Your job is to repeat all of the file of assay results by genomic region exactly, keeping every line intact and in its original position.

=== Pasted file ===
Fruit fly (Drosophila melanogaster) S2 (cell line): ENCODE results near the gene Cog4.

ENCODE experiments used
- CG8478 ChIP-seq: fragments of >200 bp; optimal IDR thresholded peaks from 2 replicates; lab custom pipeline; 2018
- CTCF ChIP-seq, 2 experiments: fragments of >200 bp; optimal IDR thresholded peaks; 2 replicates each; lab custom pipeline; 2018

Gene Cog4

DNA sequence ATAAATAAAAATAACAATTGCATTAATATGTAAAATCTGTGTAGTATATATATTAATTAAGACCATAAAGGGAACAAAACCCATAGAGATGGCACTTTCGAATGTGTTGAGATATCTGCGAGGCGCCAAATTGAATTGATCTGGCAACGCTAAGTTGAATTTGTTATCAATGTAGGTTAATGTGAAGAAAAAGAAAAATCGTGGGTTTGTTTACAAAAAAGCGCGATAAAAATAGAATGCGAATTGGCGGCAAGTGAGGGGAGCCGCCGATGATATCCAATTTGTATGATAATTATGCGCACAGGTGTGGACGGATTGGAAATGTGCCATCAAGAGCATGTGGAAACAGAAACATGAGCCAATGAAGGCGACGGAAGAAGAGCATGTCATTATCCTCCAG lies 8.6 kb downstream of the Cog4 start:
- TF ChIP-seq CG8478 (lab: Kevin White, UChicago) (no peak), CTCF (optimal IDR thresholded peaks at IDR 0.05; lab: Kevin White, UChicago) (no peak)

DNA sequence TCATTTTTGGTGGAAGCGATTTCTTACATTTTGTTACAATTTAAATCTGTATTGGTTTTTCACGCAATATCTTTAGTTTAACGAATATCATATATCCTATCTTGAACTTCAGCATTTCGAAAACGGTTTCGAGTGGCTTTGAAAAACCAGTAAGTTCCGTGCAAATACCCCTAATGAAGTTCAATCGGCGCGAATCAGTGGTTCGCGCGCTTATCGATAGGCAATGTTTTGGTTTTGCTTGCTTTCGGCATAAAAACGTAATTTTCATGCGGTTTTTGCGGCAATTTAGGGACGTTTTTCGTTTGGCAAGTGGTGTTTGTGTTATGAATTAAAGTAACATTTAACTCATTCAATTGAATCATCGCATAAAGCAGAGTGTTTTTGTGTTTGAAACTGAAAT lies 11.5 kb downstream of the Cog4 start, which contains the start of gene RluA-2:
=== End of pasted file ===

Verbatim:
Fruit fly (Drosophila melanogaster) S2 (cell line): ENCODE results near the gene Cog4.

ENCODE experiments used
- CG8478 ChIP-seq: fragments of >200 bp; optimal IDR thresholded peaks from 2 replicates; lab custom pipeline; 2018
- CTCF ChIP-seq, 2 experiments: fragments of >200 bp; optimal IDR thresholded peaks; 2 replicates each; lab custom pipeline; 2018

Gene Cog4

DNA sequence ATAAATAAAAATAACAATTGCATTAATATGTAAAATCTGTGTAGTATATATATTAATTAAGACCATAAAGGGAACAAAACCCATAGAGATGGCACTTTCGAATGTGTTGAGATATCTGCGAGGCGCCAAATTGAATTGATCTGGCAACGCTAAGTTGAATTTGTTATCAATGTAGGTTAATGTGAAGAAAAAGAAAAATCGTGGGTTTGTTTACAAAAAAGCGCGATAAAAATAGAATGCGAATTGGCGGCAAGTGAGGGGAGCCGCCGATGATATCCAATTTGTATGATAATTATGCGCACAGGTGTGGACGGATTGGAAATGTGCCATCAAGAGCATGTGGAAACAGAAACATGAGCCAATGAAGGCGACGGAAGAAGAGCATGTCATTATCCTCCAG lies 8.6 kb downstream of the Cog4 start:
- TF ChIP-seq CG8478 (lab: Kevin White, UChicago) (no peak), CTCF (optimal IDR thresholded peaks at IDR 0.05; lab: Kevin White, UChicago) (no peak)

DNA sequence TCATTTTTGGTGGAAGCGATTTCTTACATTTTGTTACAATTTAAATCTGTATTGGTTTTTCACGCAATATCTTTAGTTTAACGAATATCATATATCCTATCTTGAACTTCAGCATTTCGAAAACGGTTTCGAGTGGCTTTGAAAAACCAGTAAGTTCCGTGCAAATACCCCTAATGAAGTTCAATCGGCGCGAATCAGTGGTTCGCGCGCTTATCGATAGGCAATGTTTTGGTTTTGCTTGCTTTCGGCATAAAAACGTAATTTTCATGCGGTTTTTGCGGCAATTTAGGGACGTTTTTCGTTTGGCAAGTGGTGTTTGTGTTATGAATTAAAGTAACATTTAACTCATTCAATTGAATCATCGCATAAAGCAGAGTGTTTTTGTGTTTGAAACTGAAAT lies 11.5 kb downstream of the Cog4 start, which contains the start of gene RluA-2: